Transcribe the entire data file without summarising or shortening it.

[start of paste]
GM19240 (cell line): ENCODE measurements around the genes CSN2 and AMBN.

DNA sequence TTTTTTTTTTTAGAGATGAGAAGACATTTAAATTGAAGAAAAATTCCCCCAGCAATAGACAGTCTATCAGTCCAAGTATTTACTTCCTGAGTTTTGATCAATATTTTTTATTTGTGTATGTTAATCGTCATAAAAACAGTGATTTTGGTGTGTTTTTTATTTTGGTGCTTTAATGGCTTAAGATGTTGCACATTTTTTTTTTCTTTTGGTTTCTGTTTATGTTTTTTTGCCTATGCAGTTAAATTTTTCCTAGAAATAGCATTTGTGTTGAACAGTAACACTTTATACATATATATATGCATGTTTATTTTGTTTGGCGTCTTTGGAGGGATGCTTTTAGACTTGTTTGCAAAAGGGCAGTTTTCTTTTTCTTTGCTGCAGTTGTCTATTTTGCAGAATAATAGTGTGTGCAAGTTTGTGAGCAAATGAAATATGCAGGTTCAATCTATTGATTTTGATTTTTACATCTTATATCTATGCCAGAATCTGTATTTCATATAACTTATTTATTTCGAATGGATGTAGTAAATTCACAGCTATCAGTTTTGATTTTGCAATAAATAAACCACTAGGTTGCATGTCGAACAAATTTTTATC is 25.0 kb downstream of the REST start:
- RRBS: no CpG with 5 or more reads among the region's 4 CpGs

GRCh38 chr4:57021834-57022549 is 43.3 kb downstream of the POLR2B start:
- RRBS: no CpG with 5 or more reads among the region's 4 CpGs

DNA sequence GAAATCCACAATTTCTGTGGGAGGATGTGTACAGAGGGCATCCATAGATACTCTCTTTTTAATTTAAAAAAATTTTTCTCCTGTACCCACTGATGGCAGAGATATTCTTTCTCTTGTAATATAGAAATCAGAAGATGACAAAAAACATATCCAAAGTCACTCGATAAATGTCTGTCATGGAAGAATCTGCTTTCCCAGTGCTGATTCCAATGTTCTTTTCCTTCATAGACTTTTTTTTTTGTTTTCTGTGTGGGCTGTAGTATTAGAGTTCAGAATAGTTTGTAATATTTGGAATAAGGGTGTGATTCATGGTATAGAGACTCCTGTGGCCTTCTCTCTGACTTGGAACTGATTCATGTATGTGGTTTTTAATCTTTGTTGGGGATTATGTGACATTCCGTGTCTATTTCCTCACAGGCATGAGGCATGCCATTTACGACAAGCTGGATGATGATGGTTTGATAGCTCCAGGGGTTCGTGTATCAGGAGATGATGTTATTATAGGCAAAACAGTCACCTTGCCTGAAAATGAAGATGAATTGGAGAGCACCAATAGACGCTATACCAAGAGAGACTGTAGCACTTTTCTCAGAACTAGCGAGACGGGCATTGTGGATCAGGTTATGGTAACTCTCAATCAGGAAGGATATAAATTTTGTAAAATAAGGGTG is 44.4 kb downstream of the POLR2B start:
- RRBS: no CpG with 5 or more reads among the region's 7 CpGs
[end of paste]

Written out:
GM19240 (cell line): ENCODE measurements around the genes CSN2 and AMBN.

DNA sequence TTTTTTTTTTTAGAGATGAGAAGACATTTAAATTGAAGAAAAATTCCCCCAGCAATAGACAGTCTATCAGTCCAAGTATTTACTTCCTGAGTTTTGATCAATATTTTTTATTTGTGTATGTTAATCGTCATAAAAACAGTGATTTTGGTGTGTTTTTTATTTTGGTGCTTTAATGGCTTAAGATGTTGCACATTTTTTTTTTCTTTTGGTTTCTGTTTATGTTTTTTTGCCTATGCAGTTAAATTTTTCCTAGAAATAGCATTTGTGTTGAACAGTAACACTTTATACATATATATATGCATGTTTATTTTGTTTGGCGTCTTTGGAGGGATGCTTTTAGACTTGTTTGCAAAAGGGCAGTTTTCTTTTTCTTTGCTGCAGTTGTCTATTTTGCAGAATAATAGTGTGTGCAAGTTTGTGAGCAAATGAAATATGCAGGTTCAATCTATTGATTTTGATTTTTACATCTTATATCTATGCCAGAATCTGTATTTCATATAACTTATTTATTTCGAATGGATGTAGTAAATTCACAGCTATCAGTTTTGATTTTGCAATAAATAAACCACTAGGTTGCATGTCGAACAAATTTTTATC is 25.0 kb downstream of the REST start:
- RRBS: no CpG with 5 or more reads among the region's 4 CpGs

GRCh38 chr4:57021834-57022549 is 43.3 kb downstream of the POLR2B start:
- RRBS: no CpG with 5 or more reads among the region's 4 CpGs

DNA sequence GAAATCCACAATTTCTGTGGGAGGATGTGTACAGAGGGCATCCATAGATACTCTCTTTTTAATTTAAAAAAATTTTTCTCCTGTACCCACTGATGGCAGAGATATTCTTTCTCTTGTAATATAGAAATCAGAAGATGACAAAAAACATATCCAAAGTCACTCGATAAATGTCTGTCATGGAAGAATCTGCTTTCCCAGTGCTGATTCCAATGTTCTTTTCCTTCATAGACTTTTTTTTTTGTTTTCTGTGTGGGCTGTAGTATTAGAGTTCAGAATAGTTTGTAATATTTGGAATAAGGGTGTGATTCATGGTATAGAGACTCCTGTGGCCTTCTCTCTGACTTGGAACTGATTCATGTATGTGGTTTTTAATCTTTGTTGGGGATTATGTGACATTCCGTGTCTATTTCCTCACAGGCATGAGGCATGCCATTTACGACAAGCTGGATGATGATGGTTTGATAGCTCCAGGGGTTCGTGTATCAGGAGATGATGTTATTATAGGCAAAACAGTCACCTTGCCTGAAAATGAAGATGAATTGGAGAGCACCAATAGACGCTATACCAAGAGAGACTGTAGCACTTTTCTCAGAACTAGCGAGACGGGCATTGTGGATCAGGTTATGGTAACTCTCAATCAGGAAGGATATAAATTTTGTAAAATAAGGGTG is 44.4 kb downstream of the POLR2B start:
- RRBS: no CpG with 5 or more reads among the region's 7 CpGs